21. A gas turbine combustor as described in claim 20: wherein, the said box body is installed inside a casing forming a periphery of the said cylinder body.

22. A gas turbine, comprising: an air compressor and a turbine that are directly connected to each other by a main shaft; and a gas turbine compressor as described in claim 20 that is installed between the said air compressor and the said turbine.

23. A gas turbine, comprising: an air compressor and a turbine that are directly connected to each other by a main shaft; and a plurality of gas turbine combustors as described in claim 1 that are installed on a same circumference of the said main shaft between the said air compressor and the said turbine: wherein, the said air-container body consists of a first annulus pipe body which is installed outside a rear-end of each of the said cylinder bodies, being concentric with the said main shaft; the said junction body consists of a first throat which has each of one ends thereof open to an are upstream area of each of the said combustion regions and has each of other ends thereof open to an internal of the said first annulus pipe body; and the said transverse body consists of a first resistive element which has a multiple number of through-holes serving as the said vents and is inserted and engaged into each of the said one ends of each of the said first throats.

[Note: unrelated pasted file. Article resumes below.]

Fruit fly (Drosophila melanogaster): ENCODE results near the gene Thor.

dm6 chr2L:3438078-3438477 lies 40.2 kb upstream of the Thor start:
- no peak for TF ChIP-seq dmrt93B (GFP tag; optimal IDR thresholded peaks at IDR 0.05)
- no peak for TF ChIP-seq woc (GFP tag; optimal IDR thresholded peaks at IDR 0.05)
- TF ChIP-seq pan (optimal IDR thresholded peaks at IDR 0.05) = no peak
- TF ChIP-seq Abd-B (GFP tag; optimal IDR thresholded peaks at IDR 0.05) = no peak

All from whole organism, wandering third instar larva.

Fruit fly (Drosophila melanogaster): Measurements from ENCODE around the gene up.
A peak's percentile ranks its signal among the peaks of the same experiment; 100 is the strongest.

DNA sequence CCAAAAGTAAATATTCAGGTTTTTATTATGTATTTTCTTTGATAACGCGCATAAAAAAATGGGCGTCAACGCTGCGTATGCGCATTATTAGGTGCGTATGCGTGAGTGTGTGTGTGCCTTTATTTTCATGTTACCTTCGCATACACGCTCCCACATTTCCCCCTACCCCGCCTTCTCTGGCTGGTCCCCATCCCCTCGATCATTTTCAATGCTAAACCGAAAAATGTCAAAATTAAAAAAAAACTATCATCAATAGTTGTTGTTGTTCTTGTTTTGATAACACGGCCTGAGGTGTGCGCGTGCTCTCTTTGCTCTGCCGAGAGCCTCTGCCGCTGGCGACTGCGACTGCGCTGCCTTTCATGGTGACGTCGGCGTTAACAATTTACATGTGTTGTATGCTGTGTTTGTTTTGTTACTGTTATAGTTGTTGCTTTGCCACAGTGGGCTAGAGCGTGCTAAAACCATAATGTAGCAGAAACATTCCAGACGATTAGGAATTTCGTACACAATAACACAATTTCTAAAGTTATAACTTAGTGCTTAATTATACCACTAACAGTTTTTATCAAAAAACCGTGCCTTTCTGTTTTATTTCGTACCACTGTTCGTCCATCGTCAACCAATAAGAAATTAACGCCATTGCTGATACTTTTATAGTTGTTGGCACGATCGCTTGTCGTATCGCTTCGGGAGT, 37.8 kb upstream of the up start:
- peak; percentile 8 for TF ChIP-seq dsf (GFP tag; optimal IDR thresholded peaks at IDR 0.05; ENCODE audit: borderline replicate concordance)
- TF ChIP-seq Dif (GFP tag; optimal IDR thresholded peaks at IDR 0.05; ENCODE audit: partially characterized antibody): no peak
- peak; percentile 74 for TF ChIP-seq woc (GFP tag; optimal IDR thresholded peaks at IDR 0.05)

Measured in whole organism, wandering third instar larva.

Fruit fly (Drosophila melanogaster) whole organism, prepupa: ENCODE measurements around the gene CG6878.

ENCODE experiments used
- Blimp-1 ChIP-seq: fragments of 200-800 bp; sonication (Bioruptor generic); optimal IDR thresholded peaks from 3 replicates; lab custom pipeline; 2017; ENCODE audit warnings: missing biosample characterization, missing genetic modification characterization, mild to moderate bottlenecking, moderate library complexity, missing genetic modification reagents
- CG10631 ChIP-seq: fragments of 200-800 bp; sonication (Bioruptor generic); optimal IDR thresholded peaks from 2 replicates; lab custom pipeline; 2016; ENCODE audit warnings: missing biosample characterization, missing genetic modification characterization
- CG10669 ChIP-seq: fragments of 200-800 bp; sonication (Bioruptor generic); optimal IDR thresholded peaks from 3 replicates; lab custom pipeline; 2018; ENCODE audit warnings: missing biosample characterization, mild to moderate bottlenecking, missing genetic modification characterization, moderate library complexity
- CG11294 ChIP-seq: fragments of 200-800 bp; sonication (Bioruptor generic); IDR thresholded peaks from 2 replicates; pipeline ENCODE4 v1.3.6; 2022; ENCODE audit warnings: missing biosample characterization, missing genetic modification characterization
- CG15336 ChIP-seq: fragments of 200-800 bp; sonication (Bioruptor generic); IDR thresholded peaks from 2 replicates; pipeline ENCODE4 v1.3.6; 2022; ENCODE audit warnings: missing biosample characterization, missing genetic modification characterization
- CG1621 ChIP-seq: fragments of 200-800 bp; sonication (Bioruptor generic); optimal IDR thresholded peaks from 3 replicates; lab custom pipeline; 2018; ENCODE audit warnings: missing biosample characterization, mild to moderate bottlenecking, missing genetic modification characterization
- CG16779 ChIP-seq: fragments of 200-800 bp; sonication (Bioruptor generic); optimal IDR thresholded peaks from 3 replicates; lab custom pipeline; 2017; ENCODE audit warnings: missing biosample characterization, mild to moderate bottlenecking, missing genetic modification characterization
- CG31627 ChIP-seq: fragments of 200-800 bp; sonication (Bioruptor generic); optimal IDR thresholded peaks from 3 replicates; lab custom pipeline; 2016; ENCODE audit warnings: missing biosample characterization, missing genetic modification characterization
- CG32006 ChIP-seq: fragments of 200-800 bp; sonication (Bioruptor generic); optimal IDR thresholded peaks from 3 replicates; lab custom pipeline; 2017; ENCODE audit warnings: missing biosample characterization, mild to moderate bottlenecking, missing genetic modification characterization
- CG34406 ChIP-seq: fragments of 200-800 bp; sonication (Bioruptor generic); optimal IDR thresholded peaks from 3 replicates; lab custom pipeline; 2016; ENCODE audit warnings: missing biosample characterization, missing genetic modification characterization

24. A gas turbine combustor as described in claim 23: wherein, a first dividing wall is installed, respectively, between each of said other ends of each of the said first throats inside the said first annulus pipe body.

25. A gas turbine combustor as described in claim 23, comprising: at least one second annulus pipe body which is installed, connecting to outside of the said first annulus pipe body and being concentric with the said main shaft; and a second throat having a predetermined length which corresponds to each of the said first throats and opens to internals of the said adjoining first and second annulus pipe bodies, respectively; wherein, each of the said second throat has a second resistive element having a multiple number of through-holes inserted and engaged to each of one ends located on a side of the said first annulus pipe body.

26. A gas turbine combustor as described in claim 25: wherein, a second dividing wall is installed, respectively, between each of the said other ends of each of the said second throats inside the said second annulus pipe body.